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This new stretchable micro-LED display could lead to twisty wearable devices
- Royole has unveiled what it says is the first stretchable micro-LED display that can be mass-produced.
- You can twist it, pull it, and even bend it into spherical shapes.
- It could lead to new wearable devices, smart car windshields, and beyond.
Royole is mostly known for its so-so foldable phones, but it might soon reset your expectations for wearable tech like smartwatches. The company has introduced what it says is the first stretchable micro-LED display to work with industrial manufacturing processes — that is, it can be mass-produced.
The 2.7-inch, 96 x 60 demo panel might not look like much by itself, but it can take more abuse than other flexible screens. The display is stretchable like you’d expect, but you can also twist it, pull it, and deform it with concave and convex shapes. While the technology isn’t quite “3D free form” like Royole claims (convex bends can’t go beyond 40 degrees, for instance), it can take a lot of punishment while working properly.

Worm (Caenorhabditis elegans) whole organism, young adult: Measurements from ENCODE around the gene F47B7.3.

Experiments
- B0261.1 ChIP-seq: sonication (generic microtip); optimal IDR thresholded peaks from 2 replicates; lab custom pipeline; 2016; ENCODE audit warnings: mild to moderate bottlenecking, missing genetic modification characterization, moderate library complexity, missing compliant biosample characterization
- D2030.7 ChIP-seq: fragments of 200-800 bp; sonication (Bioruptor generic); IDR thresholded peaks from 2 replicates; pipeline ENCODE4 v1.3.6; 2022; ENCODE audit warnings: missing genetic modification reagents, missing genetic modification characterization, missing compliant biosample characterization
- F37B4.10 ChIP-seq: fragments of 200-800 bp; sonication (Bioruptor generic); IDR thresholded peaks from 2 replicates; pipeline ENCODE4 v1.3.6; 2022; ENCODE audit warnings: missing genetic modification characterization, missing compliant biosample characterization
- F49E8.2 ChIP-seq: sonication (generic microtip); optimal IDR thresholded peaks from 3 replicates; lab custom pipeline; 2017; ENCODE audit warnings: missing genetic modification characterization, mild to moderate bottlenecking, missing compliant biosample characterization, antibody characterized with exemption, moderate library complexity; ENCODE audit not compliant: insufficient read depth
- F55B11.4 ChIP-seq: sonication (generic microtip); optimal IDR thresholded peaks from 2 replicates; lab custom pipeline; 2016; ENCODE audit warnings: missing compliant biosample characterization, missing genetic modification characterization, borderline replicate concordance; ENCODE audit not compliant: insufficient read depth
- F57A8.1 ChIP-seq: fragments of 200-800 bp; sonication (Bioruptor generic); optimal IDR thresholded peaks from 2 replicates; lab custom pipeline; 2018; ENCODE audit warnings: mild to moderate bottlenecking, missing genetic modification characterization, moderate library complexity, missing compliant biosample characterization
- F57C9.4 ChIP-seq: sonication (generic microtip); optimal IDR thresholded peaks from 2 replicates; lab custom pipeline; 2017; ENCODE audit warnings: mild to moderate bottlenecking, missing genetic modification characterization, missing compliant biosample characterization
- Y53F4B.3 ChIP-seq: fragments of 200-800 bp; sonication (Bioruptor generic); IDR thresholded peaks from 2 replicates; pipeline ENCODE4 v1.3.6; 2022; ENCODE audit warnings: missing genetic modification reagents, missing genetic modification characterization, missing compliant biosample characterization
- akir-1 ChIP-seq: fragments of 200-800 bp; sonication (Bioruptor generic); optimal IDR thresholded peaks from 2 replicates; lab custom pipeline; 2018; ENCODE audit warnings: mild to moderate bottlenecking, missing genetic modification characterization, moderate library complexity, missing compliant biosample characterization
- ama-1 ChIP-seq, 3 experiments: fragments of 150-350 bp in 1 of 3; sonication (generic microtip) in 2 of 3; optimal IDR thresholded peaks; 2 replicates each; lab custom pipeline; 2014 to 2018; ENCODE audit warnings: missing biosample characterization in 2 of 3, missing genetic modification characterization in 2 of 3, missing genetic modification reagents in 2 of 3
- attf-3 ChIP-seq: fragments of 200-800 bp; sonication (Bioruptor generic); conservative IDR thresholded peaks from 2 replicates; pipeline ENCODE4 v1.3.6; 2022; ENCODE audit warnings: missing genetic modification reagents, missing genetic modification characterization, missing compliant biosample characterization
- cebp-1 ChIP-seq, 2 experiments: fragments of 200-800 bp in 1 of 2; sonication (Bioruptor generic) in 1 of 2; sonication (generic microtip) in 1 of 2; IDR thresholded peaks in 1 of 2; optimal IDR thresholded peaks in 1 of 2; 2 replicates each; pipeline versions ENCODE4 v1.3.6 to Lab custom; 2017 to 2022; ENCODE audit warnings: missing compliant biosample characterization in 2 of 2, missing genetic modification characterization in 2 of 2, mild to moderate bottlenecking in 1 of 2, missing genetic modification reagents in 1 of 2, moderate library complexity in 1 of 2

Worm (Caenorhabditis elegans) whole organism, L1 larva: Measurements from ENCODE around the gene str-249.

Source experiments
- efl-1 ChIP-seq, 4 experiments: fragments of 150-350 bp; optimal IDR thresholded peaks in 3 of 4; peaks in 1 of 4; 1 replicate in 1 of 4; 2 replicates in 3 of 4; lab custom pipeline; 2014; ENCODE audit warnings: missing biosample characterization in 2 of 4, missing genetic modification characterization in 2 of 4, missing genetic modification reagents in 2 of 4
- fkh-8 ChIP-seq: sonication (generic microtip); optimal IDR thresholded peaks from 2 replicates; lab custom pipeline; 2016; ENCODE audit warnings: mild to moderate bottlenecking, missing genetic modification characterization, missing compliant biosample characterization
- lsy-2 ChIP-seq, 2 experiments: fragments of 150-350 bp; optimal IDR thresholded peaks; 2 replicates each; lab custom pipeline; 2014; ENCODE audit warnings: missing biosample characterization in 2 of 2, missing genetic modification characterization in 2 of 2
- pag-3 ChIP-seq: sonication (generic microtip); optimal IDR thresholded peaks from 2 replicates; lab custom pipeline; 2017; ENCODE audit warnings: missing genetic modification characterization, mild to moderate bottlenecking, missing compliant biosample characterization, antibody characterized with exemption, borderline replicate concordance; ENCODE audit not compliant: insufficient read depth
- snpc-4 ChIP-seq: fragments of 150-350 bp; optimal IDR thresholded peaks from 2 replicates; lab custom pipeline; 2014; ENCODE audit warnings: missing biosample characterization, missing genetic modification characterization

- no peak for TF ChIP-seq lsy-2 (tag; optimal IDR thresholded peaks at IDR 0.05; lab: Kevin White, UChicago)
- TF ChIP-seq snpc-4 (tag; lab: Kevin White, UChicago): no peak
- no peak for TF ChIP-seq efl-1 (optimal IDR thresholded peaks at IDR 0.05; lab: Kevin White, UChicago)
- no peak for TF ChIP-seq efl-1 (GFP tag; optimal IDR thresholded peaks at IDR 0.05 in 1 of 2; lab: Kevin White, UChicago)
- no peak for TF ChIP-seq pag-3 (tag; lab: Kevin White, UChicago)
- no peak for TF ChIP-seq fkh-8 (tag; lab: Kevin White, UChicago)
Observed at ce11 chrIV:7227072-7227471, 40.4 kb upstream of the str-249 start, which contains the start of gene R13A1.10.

Related: The best foldable phones you can get
The stretchable display would clearly be useful for wearables that could either handle more abuse or conform to new shapes. However, the micro-LED design also transmits more light than flexible OLED — Royole envisions augmented and virtual reality glasses, smart car windshields, and other devices where you’d want a transparent view.
Royole didn’t say when the stretchable micro-LED might make its way into production display tech.
We wouldn’t count on using this any time soon. Royole will need to scale the technology to different sizes and resolutions (it can reach up to 120PPI, Royole says). More importantly, the company needs to find customers. Royole will have to compete with Samsung and other large display producers with their own takes on flexible screens. The brand will have to convince device makers that it’s worth using a Royole stretchable display over “good enough” alternatives that can be made in larger numbers, and possibly at lower prices. If it succeeds, though, there’s a bright future for flexible screens on everything from your clothes to your car.